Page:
Monday, August 22, 2011

Baltic Solidarity to an Emerging Russia

1) The Visegrad 4: Eastern Europe as a Major Player
2) The Re-Emergent Russian Bloc
3) Baltic Solidarity to an Emerging Russia
4) The EU Periphery: "Core" EU's Albatross
5) The Atlantics: A Return to Arms-Length Continental Management

Dear readers,

Sorry about the wait. Today we conclude our 5-part series on the Blocanization of Europe with our final installment: Baltic Solidarity to an Emerging Russia.



The Baltics have worried about Russia for a long time, likely surprising nobody. When Russia looks west, it sees both vulnerability and opportunity. Its vulnerability comes from open plains stretching from Moscow all the way to the Alps, giving potential invaders an easy route in (which we've seen taken advantage of many times), as well as St. Petersburg being potentially bottled up by European maritime powers in the Baltic sea. Russia thus seeks to create buffer space and exert influence over its western neighbors in order to protect its land and sea periphery.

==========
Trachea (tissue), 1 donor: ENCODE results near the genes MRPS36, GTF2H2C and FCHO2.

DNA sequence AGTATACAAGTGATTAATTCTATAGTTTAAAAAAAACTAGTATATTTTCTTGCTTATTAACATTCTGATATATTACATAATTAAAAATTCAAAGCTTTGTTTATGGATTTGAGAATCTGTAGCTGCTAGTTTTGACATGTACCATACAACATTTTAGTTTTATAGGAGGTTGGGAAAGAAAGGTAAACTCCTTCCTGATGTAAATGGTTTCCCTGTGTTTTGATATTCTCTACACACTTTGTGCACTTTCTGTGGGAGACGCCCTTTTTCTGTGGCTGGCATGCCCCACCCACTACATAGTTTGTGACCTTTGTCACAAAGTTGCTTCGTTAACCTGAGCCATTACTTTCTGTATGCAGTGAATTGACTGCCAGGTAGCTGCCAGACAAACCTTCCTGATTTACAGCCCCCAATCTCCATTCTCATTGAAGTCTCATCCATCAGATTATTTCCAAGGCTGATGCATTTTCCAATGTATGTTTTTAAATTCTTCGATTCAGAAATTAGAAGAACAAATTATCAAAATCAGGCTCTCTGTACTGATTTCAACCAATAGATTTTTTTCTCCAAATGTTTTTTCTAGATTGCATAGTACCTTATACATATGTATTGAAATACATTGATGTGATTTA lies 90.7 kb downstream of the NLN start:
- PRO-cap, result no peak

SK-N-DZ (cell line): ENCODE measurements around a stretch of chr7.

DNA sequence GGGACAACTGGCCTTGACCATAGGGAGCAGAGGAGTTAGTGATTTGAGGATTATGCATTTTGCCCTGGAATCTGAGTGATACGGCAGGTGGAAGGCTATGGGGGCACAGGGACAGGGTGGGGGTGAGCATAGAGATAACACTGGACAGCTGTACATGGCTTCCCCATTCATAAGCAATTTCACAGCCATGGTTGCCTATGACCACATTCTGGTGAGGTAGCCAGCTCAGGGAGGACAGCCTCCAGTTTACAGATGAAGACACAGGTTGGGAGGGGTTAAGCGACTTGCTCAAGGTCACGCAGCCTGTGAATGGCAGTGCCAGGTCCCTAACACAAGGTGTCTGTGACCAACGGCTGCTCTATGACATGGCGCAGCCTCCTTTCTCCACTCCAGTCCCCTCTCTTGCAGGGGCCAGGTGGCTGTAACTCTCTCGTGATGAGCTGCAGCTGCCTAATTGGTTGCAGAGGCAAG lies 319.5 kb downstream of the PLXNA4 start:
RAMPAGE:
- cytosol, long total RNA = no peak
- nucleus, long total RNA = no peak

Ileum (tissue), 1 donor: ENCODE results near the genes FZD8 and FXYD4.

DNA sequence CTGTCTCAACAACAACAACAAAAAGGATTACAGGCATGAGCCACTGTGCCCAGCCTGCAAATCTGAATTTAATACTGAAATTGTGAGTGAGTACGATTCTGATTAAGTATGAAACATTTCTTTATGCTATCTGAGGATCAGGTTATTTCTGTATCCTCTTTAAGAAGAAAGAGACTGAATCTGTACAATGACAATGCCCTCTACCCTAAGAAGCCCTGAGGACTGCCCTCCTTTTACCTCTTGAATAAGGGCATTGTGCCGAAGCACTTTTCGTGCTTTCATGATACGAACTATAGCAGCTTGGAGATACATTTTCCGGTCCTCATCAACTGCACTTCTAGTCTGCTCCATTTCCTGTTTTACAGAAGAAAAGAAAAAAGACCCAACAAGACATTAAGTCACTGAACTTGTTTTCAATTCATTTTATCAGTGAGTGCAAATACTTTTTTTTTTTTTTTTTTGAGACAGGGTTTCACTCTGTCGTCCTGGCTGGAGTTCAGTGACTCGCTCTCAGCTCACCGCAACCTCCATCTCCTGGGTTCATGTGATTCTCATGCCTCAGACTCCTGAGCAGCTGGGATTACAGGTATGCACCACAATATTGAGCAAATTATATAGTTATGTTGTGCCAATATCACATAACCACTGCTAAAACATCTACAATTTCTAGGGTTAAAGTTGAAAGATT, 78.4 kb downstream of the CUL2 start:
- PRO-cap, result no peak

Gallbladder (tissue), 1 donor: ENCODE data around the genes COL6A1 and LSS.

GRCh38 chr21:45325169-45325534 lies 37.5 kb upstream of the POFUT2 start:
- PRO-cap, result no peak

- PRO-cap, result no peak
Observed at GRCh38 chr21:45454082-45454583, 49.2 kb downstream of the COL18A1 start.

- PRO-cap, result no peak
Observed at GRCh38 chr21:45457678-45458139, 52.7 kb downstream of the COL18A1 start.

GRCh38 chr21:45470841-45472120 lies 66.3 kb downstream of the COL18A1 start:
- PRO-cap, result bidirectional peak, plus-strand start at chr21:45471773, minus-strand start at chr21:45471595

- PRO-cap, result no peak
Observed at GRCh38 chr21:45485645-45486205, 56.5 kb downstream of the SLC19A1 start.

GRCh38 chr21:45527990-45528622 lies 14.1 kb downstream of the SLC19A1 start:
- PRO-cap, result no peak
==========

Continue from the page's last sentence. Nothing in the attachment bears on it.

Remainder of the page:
The opportunities are in natural resources (Finnish timber, Norwegian oil, etc). Russia has made moves to squeeze control of these resources or the processing of them out of the Nordic holders.

So Russia has thus spent most of the 20th and 21st centuries attempting to exert control over these areas to in order to protect itself and realize financial opportunities.

So the Baltics have been traditionally fearful. Much like the V4, their faith in NATO has started to erode. Estonia has been the constant victim of political manipulation and cyber-attacks for a decade; Finland has been pressed by tariffs.

So the rest of the story is short. The Baltic countries are looking to each other for solidarity, especially military. Sweden and Norway sport surprisingly powerful military forces that will make any incursions by Russia a much more painful contest than the invasion of Georgia.

In particular, Sweden and Poland are discussing potential alliance-making; nothing as strong as the V4 itself or the Baltic's grouping, but something that could potentially functionally replace NATO altogether.
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